TUPPER LAKE - The Tupper Lake Town Board voted Monday afternoon to borrow money to fund the next property reassessment.
Town Supervisor Roger Amell said the town had planned to fund the reassessment via a line item on property tax bills, but he was recently told this is not legally possible.
The revaluation will be carried out for $198,000 by the KLW group, based in Buffalo. Data will be collected in 2009 and 2010, and the reassessment itself will take place in 2011. KLW has agreed to accept payment over the course of three years.
The board also voted to have Amell sign a Memorandum of Understanding with the state Office of Real Property Services, delineating the responsibilities of the town board, KLW and ORPS in the reassessment.
Dan Lancour of ORPS was present for this, and he told the board it would have to be united behind the revaluation if it is to have any chance of succeeding.
"You're going to have the same people coming (to complain) in February 2011," he said. He said some people would latch onto certain details in the reassessment process or the company's credentials "like bulldogs" in grieving their assessments.
"And you can't change their minds," said town Councilwoman Kathleen Lefebvre.
The results of the last assessment were announced earlier this year, and a number of town residents objected that their properties were overvalued and that values attached to similar properties were not consistent. The town board voted in April to keep the new assessment figures, reduced by 30 percent across the board.
Lancour said the town would have to trust the assessor and KLW.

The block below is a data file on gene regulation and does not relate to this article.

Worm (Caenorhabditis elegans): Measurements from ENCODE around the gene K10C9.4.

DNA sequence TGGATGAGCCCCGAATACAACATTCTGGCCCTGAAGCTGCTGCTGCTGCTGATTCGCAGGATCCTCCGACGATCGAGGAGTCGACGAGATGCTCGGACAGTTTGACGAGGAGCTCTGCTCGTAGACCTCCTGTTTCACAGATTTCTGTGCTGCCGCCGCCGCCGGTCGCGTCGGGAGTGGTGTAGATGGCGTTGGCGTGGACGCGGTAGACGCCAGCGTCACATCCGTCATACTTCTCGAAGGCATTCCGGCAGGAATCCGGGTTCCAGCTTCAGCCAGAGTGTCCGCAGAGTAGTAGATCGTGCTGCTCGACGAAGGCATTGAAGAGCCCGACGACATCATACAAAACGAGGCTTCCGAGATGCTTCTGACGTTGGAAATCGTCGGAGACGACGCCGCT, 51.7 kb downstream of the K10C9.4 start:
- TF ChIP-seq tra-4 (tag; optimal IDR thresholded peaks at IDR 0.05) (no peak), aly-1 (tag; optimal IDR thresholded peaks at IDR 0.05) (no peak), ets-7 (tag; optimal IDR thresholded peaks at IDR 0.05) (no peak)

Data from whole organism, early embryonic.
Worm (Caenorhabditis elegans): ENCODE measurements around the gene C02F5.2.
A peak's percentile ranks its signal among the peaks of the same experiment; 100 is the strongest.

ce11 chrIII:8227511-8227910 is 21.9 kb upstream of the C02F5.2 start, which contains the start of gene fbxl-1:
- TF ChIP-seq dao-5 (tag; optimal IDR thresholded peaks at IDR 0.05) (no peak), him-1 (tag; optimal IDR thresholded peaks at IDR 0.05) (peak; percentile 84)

"They're the experts," he said. "Last assessment, it seemed like everyone walking the streets of Tupper Lake was an expert. That wasn't the case."
Lancour read from a list of recent property sales to demonstrate his belief that waterfront properties are not overassessed. For example, he said one waterfront property that was assessed at $427,000, then reduced to $390,000 by the town Board of Assessment Review, recently sold for $470,000.
After the reassessment earlier this year, a disproportionate number of owners of waterfront properties said their properties were valued too highly. Lancour disagreed and said that high-end and waterfront properties are still selling briskly and increasing in value.
"It was actually a pretty good assessment," he said.
Lefebvre agreed and said she thinks the results of the next assessment will be similar.
Lancour also blamed comments made at various town meetings and reported in the media for turning many townspeople against the assessment.
"It wasn't fact," he said. "It was a lot of hearsay."
Town Councilman John Button said he thought the assessment process wasn't very transparent last time and wasn't explained to the public well enough. He said the town would have to do a better job with that.
Contact Nathan Brown at 891-2600 ext. 26 or email@example.com.